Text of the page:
And for that, Jason is grateful. “He let me make my own decisions and watched me fall from afar, yet he was always there to pick me up without judgment. My dad let me be who I was and am, and isn’t it funny how the fruit doesn’t fall far from the tree? I consider myself a thoughtful and altruistic individual, and it’s really all because he showed me how you do things the right way and then left me to make my own decisions.”


Richard Martinez

“I want to lead by example. Growing up in the projects, education was never a true option. The goal was to get a job after high school and survive,” says Richard Martinez, Zumba instructor for the Ailey Extension. “In my household, education is mandatory. My wife and I knew that if we wanted our children to be successful, we needed to be successful ourselves.” Richard, who now has two daughters—Cristina, 26, and Lindsay, 19—realized early on that he wanted to create a better life full of opportunities for his future children. “I can’t expect anything from my girls if I don’t do it myself.”

Richard earned a master’s degree in Public Administration, but it wasn’t until much later in life that he discovered an interest in dance, one that would lead to a passion for teaching. Zumba classes gave him a safe space to express himself creatively and helped him to shed 75 pounds.

“Having a stressful corporate job led me to find something to do that I loved as a way to de-stress. I remember taking classes at Ailey and thinking, perhaps one day I will be good enough to work here. That day came in April of 2014,” he recalls, when he was given the chance to lead his own class at the Extension.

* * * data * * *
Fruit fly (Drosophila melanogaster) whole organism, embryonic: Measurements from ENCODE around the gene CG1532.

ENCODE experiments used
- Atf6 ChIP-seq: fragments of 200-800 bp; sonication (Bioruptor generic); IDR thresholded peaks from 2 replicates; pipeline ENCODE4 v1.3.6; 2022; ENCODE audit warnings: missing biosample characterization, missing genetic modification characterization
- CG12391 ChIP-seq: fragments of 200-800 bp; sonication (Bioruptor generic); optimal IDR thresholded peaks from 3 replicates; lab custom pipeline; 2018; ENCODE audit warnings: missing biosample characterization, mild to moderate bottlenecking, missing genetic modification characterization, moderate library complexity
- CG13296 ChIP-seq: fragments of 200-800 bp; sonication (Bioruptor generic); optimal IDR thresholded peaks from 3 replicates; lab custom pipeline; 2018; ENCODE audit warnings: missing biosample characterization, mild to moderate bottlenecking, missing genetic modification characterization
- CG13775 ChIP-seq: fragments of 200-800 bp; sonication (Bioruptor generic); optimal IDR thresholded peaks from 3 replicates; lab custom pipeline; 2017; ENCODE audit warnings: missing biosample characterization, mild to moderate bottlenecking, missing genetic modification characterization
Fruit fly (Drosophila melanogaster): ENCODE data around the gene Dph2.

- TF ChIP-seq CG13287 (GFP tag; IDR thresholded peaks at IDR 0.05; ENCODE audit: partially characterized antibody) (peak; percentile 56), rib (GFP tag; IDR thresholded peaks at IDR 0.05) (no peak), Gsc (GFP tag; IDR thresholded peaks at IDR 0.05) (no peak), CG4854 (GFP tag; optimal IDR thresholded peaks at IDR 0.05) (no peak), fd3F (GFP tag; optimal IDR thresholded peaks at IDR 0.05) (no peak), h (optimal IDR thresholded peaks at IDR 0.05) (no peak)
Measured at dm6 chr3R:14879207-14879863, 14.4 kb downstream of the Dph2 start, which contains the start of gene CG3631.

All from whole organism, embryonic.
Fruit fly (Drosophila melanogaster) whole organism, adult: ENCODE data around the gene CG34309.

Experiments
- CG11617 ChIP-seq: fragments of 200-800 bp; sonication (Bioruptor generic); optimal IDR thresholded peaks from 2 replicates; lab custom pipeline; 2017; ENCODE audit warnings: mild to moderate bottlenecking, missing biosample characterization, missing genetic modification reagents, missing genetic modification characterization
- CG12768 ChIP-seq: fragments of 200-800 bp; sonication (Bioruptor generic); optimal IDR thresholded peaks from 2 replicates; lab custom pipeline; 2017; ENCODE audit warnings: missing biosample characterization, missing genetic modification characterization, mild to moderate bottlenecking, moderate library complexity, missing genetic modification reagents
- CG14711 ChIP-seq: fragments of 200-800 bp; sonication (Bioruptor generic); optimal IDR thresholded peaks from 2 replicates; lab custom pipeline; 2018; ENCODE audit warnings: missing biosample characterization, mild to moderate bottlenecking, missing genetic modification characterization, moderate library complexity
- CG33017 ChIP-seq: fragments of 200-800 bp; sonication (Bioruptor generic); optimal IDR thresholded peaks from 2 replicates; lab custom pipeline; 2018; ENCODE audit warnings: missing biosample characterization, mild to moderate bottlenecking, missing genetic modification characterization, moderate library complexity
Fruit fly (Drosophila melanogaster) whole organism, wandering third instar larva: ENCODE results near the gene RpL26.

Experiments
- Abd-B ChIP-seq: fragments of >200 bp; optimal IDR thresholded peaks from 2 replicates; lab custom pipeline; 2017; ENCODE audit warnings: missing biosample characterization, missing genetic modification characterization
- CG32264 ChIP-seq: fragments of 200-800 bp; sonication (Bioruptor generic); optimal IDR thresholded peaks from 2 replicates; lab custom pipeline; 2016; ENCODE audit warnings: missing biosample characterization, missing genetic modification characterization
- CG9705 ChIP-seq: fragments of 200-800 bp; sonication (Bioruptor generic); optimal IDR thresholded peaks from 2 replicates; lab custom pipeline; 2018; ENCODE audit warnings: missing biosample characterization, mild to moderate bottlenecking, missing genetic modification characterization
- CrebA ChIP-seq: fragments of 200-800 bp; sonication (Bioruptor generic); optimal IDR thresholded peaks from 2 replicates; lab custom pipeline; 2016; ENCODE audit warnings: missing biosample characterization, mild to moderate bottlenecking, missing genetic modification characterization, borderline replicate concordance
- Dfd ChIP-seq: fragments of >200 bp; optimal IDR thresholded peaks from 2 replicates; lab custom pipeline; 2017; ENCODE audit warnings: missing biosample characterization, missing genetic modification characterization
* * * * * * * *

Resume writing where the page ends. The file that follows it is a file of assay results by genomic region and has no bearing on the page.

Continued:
Richard with his daughters.

Having a career to provide for his family and still being able to pursue what truly makes him happy has had a long-lasting effect on his family dynamic, says Richard. “Being a manager in the corporate sector can be very demanding and stressful. Teaching dance at the Ailey Extension feeds my soul and allows me to have a work/play balance. I go home de-stressed and ready to be the best dad and husband I can be. My daughters are my greatest accomplishment, so I want to be there for them as long as I can be: Healthy, stress-free and happy.”

It is safe to say that Richard’s tactics have worked; Lindsay is preparing to enter Nursing School, and Cristina is currently finishing her Masters of Education. “My goal is to instill in them that anything is possible. Anything worth having requires work, and if you are not afraid to never give up, you will succeed.”

Inspired to get dancing? Check out some upcoming opportunities:
•    Throughout the month of June, bring your favorite guy to Capoeira every Thursday at 8:00pm for FREE!  
•    PLUS: Join us in Hearts of Men which brings together many generations of males, from elders to youngsters, in one circle of shared experience. Led by Earl Mosely and guest artists, this workshop will be offered starting Aug 23-Sept 4 and culminates with performances on Sept 5 & 6.

Interview conducted by Christina Daniels. Blog article by Chandra Jackson